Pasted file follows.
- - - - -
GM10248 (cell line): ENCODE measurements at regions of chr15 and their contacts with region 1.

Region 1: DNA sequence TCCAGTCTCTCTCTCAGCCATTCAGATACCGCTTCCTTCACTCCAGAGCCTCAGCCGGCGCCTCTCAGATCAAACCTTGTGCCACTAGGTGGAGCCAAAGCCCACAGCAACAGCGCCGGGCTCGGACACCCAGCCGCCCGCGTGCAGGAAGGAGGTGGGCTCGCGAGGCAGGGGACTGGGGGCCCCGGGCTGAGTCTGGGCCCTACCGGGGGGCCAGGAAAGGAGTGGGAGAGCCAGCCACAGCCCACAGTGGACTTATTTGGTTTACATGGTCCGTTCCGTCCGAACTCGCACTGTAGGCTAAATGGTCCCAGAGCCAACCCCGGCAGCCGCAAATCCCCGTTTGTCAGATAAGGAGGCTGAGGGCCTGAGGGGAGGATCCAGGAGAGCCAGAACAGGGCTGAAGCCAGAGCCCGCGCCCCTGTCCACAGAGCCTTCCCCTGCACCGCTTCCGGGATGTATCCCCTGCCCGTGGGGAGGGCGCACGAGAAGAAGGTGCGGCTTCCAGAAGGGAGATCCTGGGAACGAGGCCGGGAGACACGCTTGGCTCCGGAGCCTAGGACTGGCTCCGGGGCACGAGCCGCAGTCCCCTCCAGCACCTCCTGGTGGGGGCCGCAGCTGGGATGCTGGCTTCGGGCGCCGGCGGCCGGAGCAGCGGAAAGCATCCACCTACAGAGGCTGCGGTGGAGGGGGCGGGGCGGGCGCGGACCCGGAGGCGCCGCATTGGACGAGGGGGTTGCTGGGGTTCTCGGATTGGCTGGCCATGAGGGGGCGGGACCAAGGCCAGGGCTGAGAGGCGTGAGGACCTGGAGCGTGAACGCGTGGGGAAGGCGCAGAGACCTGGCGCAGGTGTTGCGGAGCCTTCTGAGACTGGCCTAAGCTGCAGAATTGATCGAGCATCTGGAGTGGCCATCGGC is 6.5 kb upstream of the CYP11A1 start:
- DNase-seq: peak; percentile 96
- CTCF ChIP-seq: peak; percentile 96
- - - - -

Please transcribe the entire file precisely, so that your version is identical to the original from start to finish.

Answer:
GM10248 (cell line): ENCODE measurements at regions of chr15 and their contacts with region 1.

Region 1: DNA sequence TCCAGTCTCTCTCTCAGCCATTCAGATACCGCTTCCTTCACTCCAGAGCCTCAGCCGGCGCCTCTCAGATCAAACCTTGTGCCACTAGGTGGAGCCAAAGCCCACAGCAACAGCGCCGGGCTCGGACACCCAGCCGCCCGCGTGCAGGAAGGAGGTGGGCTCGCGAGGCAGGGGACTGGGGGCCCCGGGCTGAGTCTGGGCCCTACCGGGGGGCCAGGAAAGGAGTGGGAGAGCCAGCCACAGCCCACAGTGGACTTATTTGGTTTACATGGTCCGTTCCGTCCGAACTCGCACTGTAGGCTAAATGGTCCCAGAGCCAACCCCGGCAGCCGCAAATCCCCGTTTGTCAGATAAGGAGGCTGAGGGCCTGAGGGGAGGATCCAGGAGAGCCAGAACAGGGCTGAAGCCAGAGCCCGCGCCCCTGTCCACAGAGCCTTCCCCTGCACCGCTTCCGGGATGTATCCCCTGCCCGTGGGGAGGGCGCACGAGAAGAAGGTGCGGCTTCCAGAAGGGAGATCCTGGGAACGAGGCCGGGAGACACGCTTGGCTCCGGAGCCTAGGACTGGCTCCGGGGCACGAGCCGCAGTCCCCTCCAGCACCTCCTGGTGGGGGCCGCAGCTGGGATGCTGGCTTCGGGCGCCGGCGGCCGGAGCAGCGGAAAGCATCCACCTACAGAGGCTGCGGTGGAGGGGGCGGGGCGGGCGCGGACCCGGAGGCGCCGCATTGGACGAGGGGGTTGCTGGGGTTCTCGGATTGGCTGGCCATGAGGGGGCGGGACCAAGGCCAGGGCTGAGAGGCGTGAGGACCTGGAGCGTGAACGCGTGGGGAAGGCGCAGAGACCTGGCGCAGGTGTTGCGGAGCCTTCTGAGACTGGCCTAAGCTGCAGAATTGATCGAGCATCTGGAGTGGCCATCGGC is 6.5 kb upstream of the CYP11A1 start:
- DNase-seq: peak; percentile 96
- CTCF ChIP-seq: peak; percentile 96